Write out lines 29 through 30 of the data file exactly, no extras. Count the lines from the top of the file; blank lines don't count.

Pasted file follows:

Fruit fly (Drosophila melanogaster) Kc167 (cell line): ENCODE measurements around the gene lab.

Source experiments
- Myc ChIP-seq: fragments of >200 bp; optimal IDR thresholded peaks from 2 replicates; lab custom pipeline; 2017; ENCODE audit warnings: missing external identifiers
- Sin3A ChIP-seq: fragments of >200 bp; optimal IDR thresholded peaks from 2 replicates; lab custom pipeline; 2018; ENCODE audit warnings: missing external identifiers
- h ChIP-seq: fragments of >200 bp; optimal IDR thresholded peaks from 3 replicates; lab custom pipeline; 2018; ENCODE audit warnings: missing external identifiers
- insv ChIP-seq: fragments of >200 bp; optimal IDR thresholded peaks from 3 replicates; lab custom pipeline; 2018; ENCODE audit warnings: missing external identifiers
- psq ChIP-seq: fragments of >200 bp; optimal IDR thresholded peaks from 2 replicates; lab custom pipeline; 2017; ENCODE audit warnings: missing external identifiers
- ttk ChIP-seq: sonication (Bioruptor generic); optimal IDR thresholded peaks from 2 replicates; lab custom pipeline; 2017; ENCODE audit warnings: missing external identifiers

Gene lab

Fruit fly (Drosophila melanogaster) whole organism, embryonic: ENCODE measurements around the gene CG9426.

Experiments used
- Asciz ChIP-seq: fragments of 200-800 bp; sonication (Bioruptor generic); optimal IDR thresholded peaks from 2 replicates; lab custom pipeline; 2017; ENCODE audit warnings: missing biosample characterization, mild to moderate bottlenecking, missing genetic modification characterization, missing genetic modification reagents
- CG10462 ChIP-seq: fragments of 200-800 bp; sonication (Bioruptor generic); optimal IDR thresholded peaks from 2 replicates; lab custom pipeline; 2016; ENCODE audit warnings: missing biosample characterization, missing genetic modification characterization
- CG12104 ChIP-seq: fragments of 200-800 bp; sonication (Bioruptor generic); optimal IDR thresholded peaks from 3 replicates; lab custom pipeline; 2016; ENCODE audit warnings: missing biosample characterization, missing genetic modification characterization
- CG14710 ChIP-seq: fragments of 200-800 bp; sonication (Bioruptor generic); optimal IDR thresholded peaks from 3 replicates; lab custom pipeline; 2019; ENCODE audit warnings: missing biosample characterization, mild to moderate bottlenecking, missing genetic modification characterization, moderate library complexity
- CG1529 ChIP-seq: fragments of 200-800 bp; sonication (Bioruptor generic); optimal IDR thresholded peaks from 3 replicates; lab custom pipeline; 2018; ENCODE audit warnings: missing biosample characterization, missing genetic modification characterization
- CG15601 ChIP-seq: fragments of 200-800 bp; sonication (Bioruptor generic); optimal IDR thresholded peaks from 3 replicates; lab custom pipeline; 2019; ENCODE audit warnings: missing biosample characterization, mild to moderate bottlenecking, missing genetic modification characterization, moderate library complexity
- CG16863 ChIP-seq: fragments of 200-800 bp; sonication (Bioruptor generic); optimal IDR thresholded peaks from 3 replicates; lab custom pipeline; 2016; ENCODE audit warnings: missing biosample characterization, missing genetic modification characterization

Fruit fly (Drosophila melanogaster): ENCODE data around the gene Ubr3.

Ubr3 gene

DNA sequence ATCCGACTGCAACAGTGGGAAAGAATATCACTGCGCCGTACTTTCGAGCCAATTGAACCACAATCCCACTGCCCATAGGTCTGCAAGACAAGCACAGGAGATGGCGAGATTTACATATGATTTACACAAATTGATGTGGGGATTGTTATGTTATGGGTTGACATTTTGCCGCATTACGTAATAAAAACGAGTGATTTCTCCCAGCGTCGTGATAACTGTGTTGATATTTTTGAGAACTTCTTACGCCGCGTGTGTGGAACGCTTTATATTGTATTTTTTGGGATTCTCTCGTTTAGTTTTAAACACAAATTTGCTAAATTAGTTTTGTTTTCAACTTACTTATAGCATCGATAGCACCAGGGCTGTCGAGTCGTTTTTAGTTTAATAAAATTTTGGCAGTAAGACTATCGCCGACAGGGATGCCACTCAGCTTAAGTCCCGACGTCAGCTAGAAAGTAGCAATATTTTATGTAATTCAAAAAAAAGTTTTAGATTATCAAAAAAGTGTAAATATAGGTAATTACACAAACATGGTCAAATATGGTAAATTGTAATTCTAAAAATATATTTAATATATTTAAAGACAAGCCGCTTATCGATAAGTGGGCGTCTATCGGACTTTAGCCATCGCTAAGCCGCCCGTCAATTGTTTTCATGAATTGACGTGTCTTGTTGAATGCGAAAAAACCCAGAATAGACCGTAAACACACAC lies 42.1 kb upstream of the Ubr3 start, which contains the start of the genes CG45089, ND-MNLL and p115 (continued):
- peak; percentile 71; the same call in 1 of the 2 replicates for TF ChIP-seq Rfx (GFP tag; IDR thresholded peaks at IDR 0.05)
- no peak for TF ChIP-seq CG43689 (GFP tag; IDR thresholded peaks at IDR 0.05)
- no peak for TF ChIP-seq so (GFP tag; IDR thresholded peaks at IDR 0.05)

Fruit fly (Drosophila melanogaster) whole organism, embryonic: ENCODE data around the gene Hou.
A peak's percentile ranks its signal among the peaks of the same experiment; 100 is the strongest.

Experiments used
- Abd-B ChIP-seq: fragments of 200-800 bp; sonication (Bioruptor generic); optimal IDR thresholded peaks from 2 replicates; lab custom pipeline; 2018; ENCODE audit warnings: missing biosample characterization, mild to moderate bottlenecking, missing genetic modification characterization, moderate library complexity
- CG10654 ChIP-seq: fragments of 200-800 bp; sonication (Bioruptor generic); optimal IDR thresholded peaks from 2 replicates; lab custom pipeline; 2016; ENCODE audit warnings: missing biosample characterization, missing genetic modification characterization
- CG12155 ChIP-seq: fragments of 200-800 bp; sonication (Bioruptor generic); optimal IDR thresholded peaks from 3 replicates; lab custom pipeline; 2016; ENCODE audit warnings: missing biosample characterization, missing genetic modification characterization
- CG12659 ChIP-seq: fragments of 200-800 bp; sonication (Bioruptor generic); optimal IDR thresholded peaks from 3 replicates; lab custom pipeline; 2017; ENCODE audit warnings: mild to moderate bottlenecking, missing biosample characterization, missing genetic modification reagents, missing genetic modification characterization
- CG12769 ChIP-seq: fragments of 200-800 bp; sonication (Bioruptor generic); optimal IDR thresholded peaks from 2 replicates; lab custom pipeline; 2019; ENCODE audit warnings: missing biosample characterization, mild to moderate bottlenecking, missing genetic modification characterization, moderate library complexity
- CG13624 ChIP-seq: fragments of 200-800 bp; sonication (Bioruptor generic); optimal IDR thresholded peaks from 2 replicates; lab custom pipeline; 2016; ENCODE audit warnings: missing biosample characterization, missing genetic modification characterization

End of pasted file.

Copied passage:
- CG10654 ChIP-seq: fragments of 200-800 bp; sonication (Bioruptor generic); optimal IDR thresholded peaks from 2 replicates; lab custom pipeline; 2016; ENCODE audit warnings: missing biosample characterization, missing genetic modification characterization
- CG12155 ChIP-seq: fragments of 200-800 bp; sonication (Bioruptor generic); optimal IDR thresholded peaks from 3 replicates; lab custom pipeline; 2016; ENCODE audit warnings: missing biosample characterization, missing genetic modification characterization